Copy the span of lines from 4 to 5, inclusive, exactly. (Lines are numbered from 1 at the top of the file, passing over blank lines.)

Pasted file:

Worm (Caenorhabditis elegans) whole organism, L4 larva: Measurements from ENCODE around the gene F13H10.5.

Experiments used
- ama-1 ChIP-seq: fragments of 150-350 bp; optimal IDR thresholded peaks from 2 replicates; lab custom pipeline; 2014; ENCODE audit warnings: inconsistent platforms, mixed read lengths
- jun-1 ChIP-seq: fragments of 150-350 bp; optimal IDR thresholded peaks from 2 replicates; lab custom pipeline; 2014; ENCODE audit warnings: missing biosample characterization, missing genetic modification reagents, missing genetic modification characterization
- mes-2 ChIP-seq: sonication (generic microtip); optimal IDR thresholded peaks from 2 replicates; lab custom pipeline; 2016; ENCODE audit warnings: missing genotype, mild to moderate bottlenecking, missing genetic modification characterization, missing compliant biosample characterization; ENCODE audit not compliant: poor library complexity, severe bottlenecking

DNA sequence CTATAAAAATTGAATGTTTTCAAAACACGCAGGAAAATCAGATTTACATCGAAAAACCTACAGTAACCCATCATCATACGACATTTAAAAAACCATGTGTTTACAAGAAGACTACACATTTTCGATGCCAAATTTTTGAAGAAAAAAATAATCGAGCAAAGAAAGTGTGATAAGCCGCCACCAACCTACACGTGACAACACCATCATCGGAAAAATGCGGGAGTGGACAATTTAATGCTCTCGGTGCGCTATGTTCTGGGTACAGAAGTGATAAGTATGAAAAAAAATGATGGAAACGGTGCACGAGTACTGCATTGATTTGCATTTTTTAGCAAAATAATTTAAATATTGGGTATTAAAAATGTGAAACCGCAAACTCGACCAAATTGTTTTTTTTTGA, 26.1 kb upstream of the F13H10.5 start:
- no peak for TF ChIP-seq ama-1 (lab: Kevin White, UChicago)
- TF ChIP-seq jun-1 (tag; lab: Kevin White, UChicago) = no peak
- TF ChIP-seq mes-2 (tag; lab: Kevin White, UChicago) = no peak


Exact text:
- jun-1 ChIP-seq: fragments of 150-350 bp; optimal IDR thresholded peaks from 2 replicates; lab custom pipeline; 2014; ENCODE audit warnings: missing biosample characterization, missing genetic modification reagents, missing genetic modification characterization
- mes-2 ChIP-seq: sonication (generic microtip); optimal IDR thresholded peaks from 2 replicates; lab custom pipeline; 2016; ENCODE audit warnings: missing genotype, mild to moderate bottlenecking, missing genetic modification characterization, missing compliant biosample characterization; ENCODE audit not compliant: poor library complexity, severe bottlenecking